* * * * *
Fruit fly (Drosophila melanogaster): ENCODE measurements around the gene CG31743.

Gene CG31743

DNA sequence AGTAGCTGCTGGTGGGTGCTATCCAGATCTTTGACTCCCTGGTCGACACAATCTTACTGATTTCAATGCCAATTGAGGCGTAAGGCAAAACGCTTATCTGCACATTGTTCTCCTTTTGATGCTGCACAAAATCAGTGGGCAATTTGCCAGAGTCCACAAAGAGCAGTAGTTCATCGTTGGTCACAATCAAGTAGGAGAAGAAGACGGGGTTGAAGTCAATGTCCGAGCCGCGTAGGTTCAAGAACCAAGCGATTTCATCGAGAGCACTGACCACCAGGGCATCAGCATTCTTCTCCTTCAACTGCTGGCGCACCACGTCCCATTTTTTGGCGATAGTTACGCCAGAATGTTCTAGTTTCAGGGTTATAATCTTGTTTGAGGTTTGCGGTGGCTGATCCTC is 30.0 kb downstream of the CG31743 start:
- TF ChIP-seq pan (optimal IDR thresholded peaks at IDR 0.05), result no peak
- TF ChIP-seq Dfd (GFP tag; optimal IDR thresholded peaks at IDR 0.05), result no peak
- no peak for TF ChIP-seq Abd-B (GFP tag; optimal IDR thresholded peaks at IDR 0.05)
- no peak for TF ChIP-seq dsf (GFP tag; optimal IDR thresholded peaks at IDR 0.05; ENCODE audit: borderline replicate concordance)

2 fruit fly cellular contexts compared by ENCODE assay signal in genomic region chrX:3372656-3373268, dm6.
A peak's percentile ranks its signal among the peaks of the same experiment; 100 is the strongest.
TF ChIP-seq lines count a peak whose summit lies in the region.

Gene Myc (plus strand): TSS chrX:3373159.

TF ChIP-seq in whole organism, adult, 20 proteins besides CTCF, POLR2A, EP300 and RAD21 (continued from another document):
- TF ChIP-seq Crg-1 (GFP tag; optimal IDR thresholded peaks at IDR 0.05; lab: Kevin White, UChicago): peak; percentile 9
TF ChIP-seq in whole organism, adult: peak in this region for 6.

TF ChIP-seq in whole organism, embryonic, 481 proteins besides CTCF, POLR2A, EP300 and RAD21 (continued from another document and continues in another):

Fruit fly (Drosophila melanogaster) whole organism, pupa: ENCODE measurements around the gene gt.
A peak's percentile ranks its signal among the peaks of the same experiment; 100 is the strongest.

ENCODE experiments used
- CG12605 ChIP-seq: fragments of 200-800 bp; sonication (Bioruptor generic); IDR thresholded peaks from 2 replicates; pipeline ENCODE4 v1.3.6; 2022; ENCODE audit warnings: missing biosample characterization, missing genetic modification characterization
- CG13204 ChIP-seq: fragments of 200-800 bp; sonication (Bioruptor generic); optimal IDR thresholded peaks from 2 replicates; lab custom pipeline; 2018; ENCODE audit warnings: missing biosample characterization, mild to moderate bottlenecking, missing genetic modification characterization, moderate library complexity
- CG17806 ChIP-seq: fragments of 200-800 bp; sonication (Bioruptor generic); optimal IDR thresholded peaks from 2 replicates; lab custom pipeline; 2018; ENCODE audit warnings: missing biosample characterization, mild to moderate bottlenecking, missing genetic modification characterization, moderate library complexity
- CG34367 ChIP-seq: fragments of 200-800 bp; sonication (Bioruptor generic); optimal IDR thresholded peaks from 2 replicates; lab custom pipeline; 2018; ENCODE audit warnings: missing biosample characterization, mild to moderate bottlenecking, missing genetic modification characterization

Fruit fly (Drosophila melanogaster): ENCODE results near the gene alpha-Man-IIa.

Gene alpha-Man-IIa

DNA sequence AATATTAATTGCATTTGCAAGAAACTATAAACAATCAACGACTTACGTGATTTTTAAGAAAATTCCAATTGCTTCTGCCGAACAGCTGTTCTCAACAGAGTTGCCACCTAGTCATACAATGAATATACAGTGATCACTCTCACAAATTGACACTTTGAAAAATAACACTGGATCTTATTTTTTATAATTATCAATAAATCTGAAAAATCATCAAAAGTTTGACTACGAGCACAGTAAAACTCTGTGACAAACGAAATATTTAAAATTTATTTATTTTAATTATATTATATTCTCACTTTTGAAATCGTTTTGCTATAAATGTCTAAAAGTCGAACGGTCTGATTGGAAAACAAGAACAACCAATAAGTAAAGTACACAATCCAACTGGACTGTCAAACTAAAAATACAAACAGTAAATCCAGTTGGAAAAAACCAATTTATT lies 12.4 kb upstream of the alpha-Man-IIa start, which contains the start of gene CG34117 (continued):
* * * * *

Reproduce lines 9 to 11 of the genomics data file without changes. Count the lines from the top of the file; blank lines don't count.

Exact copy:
A peak's percentile ranks its signal among the peaks of the same experiment; 100 is the strongest.
TF ChIP-seq lines count a peak whose summit lies in the region.

Gene Myc (plus strand): TSS chrX:3373159.